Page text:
Gift of the Givers founder Dr Imtiaz Sooliman says South Africans should give government up to four years to turn the country’s economic situation around and grow the tax base.
During that time he recommends that individuals and corporates give their time and money to supporting the delivery of critical services – such as education and healthcare – where government may be failing to do so.
The leader of the disaster response non-governmental organisation was speaking at a Nedbank Private Wealth event in Hyde Park on Tuesday, where the giving habits of the country’s richest few was the topic of discussion.
Sooliman stresses that the country’s current tax base cannot be expected to take care of the entire population’s needs, so government needs to be supported in its efforts of trying to grow this base.
“The reality is seven million people’s taxes cannot look after 65 million people,” he says.
“It’s impossible, [especially] with all the crises we are facing now, so we have to give a lending hand.”
In the last three years, the country has battled several economic blows, including the Covid-19 pandemic, the 2021 July civil unrest and the April floods in KwaZulu-Natal, which together wiped out thousands of jobs from the economy and compromised the operations of many businesses.
During these events, says Sooliman, South Africans proved they could band together in times of crisis.
Support a cause, or a sector …
He adds that if individuals and corporates were to commit to supporting a certain cause or sector – for the next few years – and assist government where it is currently failing to deliver critical services, South Africa will have a better shot at achieving growth.
“We have to hold government’s hand. But they have a responsibility too,” he says.
“They have to make sure that the taxes they collect from the over seven million people is properly used, properly managed and there is no corruption – and all the things that the country is complaining about. They need to fix the system.
“We are saying okay, let’s give them a hand for three to four years – because this won’t be solved in one year – corporate South Africa, as well as anybody in South Africa who can make a difference, let’s support the system and pay for doctors, pay for teachers, pay for nurses and paramedics.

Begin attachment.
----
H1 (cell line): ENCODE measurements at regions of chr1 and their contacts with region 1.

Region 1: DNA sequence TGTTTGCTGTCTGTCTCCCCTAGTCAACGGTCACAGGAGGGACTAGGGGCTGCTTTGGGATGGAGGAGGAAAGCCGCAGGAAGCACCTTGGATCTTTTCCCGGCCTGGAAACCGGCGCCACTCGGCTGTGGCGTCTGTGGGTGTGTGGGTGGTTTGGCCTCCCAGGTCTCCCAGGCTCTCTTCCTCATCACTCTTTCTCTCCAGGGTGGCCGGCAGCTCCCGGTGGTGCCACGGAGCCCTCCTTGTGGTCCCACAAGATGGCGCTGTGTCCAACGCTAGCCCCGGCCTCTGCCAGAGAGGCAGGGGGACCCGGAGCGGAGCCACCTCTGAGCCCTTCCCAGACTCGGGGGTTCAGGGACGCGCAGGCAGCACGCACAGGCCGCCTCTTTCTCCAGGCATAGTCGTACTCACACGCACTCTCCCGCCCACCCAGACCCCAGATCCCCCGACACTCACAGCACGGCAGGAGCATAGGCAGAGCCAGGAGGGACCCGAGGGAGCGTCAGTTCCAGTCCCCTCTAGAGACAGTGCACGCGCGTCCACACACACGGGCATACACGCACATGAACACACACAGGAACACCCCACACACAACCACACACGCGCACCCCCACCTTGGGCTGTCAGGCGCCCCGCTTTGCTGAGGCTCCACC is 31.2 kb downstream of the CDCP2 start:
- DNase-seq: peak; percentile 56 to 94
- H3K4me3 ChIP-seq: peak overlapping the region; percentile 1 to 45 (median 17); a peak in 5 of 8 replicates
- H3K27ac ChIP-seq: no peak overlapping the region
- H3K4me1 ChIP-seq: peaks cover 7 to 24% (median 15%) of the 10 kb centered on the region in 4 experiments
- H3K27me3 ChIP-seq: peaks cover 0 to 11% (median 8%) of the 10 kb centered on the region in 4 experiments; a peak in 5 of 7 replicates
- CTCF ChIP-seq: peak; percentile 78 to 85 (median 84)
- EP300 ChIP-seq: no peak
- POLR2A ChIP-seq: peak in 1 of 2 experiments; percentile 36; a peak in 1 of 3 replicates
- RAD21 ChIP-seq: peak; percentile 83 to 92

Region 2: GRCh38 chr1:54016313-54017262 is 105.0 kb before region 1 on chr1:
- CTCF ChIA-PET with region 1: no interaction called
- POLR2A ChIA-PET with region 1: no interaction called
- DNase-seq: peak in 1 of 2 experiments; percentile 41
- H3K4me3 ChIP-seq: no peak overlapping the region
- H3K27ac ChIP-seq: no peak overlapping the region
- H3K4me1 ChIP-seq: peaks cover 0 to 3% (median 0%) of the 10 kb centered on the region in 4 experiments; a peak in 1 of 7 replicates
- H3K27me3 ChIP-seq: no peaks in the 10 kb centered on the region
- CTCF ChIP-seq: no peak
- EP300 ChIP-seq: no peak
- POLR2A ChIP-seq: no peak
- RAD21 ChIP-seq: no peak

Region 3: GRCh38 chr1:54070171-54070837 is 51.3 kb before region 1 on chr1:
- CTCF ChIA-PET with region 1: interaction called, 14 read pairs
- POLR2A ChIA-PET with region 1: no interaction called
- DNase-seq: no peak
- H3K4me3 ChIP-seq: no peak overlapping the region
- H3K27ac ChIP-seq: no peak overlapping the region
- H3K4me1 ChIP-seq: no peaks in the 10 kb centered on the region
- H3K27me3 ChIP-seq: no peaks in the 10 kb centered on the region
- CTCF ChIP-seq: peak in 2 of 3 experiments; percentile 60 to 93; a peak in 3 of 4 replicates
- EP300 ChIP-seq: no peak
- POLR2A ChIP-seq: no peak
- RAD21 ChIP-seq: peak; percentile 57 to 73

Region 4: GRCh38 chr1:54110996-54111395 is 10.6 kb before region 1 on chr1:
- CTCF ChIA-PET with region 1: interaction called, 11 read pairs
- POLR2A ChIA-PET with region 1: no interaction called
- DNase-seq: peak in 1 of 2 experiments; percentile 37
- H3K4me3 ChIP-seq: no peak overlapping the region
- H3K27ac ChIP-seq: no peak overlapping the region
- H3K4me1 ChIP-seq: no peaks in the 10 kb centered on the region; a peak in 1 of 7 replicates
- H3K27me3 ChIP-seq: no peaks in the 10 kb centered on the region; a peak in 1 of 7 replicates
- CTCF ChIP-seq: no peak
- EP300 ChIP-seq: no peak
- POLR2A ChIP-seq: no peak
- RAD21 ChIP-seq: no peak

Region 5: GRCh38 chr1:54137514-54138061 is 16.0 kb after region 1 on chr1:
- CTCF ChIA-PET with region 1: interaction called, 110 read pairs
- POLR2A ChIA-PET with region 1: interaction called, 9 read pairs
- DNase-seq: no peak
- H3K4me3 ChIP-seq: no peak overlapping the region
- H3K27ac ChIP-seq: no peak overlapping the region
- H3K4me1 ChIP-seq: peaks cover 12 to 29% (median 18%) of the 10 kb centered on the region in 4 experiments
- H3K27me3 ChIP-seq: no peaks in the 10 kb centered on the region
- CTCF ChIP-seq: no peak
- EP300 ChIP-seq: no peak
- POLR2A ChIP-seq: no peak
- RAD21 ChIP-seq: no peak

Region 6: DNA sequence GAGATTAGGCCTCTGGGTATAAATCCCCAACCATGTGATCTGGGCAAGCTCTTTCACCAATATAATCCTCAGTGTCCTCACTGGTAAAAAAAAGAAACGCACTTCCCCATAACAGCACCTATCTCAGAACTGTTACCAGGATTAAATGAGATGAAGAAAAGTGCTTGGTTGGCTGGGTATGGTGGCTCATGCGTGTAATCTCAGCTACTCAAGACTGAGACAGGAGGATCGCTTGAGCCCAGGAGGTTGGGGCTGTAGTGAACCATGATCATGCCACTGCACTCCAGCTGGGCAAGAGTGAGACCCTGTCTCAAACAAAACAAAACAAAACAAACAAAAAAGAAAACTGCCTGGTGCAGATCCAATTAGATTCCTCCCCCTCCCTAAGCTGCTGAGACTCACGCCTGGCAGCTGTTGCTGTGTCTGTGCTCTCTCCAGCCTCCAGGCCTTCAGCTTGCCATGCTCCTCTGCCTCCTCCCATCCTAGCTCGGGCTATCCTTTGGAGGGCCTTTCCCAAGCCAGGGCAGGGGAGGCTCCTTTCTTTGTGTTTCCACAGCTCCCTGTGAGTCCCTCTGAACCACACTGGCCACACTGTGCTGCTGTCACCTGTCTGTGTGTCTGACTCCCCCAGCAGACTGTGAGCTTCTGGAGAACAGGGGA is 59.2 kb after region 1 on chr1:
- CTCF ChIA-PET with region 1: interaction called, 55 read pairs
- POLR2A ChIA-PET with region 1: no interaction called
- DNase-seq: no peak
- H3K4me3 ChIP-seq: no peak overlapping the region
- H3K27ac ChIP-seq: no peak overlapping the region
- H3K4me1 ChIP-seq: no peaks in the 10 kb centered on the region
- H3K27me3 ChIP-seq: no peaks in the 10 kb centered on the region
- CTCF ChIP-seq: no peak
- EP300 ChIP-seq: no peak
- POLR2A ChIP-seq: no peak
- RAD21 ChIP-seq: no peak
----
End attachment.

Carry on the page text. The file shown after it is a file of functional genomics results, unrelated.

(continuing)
“These are all service-orientated jobs which make a difference in the community, it’s very significant in what it does, and it speaks directly to the underprivileged and the masses of the country,” he adds.
Just for a few years …
“If we do that for three to four years, hopefully by that time, the tax income would have increased and there will be more jobs created – and I’m sure many South Africans will come back and [help] rebuild this country.
“We are doing government’s work, yes – but it’s not for the government. It is for the people of South Africa and until they get their act together.”
The head of the continent’s largest independent humanitarian organisation adds that it is time South Africans began taking ownership of the country’s affairs and get involved in driving the change they feel is necessary both in their communities and the country more generally.
“People need to understand that this country is ours. It doesn’t belong to the government, and when it belongs to us we take ownership and we fix it, you don’t complain because you understand that even if you were in government – or the Americans, Australians or the Germans were in government – you were going to have the same problems.”
Listen to Standard Bank Group CEO Sim Tshabalala outlining how he would address the country’s challenges in this FixSA podcast with Jeremy Maggs (or read the transcript here):